The death of Oscar Romero, officially declared a true martyrdom, compels us to consider the stories of other modern day martyrs who, even in our generation, have shed their blood for Christ. Commenting on the death of John the Baptist in Mark’s Gospel, Pope Francis said in his homily of 6 January 2015 (The Feast of Paolo Miki):
penso ai nostri martiri, ai martiri dei nostri giorni, quegli uomini, donne, bambini che sono perseguitati, odiati, cacciati via dalle case, torturati, massacrati. E questa non è una cosa del passato; oggi succede questo. I nostri martiri, che finiscono la loro vita sotto l’autorità corrotta di gente che odia Gesù Cristo. Ci farà bene pensare ai nostri martiri. Oggi pensiamo a Paolo Miki, ma quello è successo nel 1600. Pensiamo a quelli di oggi–del 2015.
I think of our martyrs, the martyrs of our days, those men, women, and children who are persecuted, hated, banished from their homes, tortured, and massacred. And this is not something of the past; this happens even today. Our martyrs, who end their lives under the corrupt authority of people who hate Jesus Christ. It is good that we should think of our own martyrs. Today, we think of Paolo Miki, but this happened around 1600. Let us think of the martyrs of today–of 2015.
The Chaldeans and Syriacs, who in their liturgies still use the language of Christ, have lived continuously in the area around Mosul since the 1st century AD, for as tradition tells us, the Apostle Thomas evangelized them on his way to India. Ever since the rise of Islam, they have lived as minorities. The current predicament of Iraq’s Christians is, however, more dire than in any other point of their 2,000 year existence. One of the oldest continuously-inhabited Christian towns in the world, Qaraqosh, is completely empty. In Mosul, no organized Church remains– some have fled south to the safety of Baghdad, while most have sought refuge among the Kurds. In an age when the President of the United States– at the 2015 National Prayer Breakfast, no less– can dare to draw a moral equivalence between the Crusades and the Inquisition on one hand, and continuing expansion of certain militant Islamists on the other (despite the fact that deaths associated with the Inquisition are dwarfed by Boko Haram’s murders in the last month alone), the Western world needs to realize the veracity of the claim which Pope Francis has repeated so many times: that there are far more Christian martyrs in our day than in those precarious first centuries of the Church. Pensiamo ai martiri di oggi– del 2015!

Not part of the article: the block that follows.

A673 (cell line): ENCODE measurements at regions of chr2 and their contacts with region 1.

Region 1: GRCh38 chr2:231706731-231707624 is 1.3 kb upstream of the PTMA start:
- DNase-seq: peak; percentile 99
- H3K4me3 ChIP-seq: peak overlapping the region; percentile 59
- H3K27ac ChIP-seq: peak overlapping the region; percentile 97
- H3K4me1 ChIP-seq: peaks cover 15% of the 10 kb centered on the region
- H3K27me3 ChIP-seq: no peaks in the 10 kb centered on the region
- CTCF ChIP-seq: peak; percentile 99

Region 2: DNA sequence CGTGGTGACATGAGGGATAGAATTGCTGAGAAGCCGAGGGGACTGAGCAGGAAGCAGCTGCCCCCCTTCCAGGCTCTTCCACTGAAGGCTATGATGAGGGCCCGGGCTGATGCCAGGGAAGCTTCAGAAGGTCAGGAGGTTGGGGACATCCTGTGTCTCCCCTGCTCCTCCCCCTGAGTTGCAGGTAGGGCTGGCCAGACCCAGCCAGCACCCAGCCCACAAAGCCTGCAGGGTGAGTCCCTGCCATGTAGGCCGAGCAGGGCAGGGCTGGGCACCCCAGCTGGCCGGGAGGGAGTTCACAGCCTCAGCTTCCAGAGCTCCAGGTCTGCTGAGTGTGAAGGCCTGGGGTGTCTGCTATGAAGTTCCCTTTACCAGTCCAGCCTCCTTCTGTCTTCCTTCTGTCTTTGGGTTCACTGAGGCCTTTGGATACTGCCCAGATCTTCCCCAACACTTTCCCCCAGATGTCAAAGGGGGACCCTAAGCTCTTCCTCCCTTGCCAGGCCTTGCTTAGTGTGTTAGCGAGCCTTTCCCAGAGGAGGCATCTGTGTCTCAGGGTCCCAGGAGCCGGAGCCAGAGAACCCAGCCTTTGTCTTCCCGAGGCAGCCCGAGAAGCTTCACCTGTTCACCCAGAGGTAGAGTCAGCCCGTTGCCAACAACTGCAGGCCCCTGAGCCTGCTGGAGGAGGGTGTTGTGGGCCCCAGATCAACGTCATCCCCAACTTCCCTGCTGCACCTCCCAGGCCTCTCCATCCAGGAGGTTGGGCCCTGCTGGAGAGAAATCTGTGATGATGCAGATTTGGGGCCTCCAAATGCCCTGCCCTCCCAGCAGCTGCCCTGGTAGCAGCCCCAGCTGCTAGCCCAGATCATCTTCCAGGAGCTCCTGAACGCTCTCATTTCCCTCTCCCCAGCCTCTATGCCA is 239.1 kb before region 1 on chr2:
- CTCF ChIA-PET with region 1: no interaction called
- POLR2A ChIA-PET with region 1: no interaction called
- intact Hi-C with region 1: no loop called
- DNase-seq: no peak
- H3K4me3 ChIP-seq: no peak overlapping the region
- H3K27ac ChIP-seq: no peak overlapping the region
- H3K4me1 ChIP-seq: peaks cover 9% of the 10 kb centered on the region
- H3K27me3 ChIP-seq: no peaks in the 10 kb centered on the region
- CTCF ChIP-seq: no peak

One such martyr of our generation, whose story is ever more relevant today given the rise of the so-called “Islamic State“, is Paulos Faraj Rahho, Chaldean Catholic Archeparch (archbishop) of Mosul in Iraq. Born in 1942, he felt a religious calling early in life and entered St. Peter’s Seminary in Baghdad at the age of 12 in 1954. Ordained in 1965 for the Chaldean Catholic Patriarchate, he worked as a priest both in Baghdad and in Mosul, before being transferred to the newly-created Archeparchy of Mosul in 1967. In 1976, he completed a Licentiate in Sacred Theology at the Pontifical University of St. Thomas (Angelicum) in Rome, then returned to his hometown of Mosul where he would minister tirelessly to its people until his death.
Rahho founded several parishes and and even an orphanage for handicapped children during his time as a parish priest. His unwavering service to the people of Mosul made him beloved and admired by Christian and non-Christian alike, and accordingly, the Synod of Chaldean Bishops elected him as Archeparch of Mosul on 12 January 2001. Mar Raphael I Bidawid, Patriarch of the Chaldeans, consecrated Rahho to the episcopacy on 16 February 2001.